At age 14, teenage nuclear scientist Taylor Wilson was the youngest person in history to design and build a working fusion reactor. Now 18, Wilson is planning to construct a modular nuclear power plant.
The teenager, who graduates from high school in May, has big plans.
After designing the nuclear fusion reactor, Taylor Wilson began considering nuclear fission. Not one for resting on his laurels, the young nuclear scientist has designed a small, module nuclear fission reactor. This reactor could be built on a factory assembly line and installed anywhere globally.
Wilson’s reactor will be somewhere between 50-100 MW and can power between 25,000 and 100,000 houses. Surpassing existing nuclear power plants, this design would be up to 15% more efficient because it does not use water. Heat exchange occurs in an underground molten salt core. Consequently, this also adds a layer of safety to the reactor’s design.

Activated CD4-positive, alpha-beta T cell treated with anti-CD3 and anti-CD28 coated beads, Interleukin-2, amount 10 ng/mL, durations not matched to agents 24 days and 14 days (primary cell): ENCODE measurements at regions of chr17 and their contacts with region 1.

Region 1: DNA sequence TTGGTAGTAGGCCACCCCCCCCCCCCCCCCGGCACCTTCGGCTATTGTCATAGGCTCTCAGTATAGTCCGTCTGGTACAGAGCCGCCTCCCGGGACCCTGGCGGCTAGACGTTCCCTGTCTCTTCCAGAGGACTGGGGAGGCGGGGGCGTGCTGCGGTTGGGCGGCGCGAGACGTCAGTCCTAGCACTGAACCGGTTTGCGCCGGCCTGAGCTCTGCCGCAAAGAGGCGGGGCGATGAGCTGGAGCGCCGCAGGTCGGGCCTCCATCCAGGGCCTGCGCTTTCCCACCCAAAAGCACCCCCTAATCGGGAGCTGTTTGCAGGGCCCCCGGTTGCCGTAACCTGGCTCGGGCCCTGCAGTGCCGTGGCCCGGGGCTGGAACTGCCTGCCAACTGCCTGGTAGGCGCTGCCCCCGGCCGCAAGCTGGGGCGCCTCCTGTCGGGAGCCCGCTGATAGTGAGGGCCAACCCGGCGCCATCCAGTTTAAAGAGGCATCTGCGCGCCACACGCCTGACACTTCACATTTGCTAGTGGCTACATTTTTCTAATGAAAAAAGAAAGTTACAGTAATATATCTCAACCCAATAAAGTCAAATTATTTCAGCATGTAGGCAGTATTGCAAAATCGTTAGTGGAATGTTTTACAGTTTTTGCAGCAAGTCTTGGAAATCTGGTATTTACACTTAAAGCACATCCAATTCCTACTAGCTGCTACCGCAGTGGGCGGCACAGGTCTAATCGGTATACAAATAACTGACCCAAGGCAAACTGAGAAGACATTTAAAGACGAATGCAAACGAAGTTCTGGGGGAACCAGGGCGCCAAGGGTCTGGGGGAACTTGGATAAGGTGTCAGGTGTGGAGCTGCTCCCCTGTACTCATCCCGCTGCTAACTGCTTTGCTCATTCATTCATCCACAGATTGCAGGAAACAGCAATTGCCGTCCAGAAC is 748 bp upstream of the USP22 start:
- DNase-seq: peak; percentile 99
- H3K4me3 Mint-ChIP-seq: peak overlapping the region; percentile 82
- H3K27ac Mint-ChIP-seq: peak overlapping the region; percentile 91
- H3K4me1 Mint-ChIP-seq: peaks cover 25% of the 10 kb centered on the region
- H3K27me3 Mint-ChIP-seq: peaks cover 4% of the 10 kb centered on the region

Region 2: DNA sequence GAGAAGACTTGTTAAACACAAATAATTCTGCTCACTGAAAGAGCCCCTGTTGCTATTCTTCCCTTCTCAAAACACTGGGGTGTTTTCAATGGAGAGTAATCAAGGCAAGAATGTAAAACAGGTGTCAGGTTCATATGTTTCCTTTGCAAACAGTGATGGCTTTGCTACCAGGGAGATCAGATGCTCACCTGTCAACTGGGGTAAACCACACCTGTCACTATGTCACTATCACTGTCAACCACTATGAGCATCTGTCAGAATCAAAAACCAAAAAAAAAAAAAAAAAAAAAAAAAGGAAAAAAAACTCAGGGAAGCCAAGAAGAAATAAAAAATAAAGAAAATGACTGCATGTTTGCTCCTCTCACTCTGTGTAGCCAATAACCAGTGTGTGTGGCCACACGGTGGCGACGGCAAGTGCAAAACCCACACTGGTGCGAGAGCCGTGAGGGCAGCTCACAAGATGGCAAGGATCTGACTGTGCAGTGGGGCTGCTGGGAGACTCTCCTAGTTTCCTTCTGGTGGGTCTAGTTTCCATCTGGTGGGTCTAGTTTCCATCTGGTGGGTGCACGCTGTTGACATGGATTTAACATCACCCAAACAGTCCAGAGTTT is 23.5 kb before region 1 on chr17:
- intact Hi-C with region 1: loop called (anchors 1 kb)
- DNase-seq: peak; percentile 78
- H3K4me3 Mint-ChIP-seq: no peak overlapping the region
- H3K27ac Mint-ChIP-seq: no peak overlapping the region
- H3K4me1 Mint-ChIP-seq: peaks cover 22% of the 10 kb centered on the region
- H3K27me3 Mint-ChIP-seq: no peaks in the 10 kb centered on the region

Wilson believes the design makes the reactor safe enough to place in a developing nation that has little access to power while being secure enough to prevent anyone from accessing the dangerous material within.
One day, the reactor may even make it into space to provide power on another planet.
At this point, the design is merely a diagram, but Wilson has intentions of making the design a reality. After graduation, Wilson aims to start a company with the intention of making his fission reactor a reality.